Mr Thomas Tindall, Oxera. The extent to which we address climate change, and the way in which it may be achieved is highly uncertain, and intertwined with a wide-range of possible developments in socio-economic institutions, demographics, economic growth and consumer values. Scenario analysis is well equipped to deal with this uncertainty, and is being increasingly used to explore future pathways of combined social, economic and environmental systems.
From an investment perspective, understanding what we will consume, and what incentives will drive changes in consumption patterns and technology is key to evaluate how reductions in greenhouse gas emissions will affect specific companies and the consequences for investment strategy. Policy and incentive mechanisms causing behavioural change can have dramatically different profit implications between and within sectors, but are often neglected in long-run climate change scenarios.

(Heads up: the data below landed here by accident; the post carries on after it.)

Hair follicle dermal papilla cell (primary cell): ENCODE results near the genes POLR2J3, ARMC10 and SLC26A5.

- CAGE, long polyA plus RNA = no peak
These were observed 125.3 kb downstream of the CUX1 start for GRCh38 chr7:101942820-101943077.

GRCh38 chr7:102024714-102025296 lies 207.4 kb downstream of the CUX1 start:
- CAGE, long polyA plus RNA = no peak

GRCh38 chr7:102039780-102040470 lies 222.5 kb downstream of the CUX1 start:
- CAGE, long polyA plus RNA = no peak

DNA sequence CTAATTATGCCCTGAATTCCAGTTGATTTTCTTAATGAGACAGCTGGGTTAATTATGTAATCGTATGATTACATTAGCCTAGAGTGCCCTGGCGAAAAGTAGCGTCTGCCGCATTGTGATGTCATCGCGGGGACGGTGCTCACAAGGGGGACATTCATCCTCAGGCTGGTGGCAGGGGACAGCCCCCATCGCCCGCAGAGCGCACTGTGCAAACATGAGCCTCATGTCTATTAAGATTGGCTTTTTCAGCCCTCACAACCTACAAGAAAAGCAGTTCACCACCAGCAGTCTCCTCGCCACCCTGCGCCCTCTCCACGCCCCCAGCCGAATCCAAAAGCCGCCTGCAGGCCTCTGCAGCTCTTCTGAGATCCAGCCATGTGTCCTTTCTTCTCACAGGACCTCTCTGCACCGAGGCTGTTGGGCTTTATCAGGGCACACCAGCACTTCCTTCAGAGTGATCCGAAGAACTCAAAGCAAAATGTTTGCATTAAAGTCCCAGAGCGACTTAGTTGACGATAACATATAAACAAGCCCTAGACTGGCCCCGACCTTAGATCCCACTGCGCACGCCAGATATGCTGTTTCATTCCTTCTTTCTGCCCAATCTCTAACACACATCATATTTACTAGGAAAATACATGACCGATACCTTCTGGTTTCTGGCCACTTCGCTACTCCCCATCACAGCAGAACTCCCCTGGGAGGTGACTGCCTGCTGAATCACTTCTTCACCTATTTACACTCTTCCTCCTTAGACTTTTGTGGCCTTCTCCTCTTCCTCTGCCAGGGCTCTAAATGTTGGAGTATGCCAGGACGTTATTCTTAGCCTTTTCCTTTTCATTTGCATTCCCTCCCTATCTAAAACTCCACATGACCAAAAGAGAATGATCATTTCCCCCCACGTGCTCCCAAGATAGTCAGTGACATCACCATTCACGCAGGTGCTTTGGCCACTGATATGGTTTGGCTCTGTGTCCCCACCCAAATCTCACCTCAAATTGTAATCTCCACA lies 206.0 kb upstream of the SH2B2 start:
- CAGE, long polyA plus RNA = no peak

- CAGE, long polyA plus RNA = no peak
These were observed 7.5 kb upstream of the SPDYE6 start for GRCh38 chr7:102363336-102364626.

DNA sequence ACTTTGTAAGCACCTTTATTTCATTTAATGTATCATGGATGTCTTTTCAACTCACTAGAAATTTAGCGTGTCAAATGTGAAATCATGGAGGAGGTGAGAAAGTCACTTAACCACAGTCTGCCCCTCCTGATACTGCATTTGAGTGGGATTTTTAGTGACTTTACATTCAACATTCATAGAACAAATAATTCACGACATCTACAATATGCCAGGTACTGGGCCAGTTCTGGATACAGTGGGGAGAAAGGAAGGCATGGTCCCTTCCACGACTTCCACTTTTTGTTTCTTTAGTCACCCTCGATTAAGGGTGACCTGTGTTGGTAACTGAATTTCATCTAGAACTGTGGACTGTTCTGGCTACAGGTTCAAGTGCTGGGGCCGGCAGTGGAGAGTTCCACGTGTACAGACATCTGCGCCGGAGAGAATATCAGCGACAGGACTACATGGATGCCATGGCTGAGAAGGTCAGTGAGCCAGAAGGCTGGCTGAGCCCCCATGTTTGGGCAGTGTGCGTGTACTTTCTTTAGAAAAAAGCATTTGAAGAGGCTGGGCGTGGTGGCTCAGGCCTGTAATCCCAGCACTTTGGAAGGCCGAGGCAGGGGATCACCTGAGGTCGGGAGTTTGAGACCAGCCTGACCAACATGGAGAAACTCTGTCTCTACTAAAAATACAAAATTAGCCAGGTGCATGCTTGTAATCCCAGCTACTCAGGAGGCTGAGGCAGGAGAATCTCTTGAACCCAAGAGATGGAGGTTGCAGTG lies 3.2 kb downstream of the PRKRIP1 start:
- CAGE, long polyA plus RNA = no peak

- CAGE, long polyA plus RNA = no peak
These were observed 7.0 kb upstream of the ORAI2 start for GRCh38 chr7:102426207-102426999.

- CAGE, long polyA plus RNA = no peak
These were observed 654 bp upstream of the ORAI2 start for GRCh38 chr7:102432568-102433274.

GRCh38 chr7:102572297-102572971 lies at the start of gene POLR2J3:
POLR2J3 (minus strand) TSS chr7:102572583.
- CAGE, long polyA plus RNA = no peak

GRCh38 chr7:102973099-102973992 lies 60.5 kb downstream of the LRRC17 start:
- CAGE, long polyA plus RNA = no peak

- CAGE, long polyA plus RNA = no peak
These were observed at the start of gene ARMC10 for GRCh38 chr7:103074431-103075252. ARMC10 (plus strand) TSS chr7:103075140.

This paper introduces a framework with which to understand the implications of behavioural change embodied within many global low-carbon scenarios. It provides a classification of future snapshots to highlight the extent of changes in production, technology and consumption. Alongside this we provide an analysis of the types of drivers of behavioural change. This is used to identify those drivers consistent with particular scenarios, and quantify the implications at a sector-level of emissions scenarios on behavioural change and ultimately investment returns.